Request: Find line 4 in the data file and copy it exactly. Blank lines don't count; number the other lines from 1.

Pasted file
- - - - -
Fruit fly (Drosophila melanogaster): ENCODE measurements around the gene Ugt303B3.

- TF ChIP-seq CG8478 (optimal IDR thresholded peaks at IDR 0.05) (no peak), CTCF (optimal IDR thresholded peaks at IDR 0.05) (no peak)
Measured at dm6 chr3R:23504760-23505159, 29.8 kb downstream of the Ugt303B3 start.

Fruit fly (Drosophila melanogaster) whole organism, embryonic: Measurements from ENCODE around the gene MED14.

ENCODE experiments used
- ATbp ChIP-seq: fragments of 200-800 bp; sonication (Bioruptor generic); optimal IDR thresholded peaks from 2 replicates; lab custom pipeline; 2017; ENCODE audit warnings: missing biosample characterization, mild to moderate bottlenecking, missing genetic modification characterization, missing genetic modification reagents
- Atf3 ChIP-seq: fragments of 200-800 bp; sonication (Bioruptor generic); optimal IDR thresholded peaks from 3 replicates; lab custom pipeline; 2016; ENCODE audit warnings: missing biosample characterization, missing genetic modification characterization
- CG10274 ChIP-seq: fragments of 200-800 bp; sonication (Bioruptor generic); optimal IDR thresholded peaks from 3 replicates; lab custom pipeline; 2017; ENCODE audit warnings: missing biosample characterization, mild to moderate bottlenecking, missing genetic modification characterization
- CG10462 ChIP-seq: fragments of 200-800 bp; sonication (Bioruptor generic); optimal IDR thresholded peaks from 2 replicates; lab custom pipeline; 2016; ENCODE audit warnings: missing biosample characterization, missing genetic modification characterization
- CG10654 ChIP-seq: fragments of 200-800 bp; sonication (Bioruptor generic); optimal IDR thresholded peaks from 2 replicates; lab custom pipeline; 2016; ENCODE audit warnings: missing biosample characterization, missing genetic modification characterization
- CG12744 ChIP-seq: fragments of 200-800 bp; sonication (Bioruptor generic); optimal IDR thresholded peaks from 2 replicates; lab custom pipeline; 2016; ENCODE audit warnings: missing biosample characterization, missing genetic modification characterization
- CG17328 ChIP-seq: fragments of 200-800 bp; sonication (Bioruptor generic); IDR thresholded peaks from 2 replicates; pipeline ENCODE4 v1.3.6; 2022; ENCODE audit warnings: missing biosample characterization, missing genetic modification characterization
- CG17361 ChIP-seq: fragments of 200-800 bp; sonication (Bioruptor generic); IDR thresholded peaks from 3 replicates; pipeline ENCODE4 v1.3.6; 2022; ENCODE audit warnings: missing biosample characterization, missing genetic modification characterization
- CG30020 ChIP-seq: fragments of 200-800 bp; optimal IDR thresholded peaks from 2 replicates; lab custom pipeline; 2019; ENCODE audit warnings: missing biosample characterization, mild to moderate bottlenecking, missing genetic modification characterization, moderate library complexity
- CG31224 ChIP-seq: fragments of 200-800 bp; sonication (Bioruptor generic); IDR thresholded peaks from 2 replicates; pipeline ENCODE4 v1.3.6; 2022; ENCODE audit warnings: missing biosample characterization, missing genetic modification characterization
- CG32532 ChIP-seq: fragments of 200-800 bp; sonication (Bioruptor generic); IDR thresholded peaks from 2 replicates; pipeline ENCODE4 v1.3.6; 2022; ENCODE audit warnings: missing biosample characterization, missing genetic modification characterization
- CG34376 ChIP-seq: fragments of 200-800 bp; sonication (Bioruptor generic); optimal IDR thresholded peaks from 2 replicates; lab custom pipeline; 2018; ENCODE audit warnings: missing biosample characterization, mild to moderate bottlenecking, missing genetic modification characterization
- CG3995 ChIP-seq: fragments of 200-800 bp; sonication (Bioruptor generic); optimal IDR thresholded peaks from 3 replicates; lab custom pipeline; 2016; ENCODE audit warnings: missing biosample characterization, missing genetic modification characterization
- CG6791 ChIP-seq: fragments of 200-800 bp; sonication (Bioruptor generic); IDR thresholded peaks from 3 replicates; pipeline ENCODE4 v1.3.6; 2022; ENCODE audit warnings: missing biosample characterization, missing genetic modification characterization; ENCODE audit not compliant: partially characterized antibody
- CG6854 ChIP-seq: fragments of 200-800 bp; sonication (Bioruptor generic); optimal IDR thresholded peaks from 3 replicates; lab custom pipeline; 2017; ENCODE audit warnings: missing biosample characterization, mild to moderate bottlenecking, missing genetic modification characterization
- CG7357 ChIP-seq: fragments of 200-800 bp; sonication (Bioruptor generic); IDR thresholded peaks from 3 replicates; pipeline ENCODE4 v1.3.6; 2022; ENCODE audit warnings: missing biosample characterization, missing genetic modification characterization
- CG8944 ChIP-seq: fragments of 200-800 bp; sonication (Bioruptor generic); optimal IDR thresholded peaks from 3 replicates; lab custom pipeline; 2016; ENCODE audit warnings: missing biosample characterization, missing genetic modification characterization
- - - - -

Fruit fly (Drosophila melanogaster) whole organism, embryonic: Measurements from ENCODE around the gene MED14.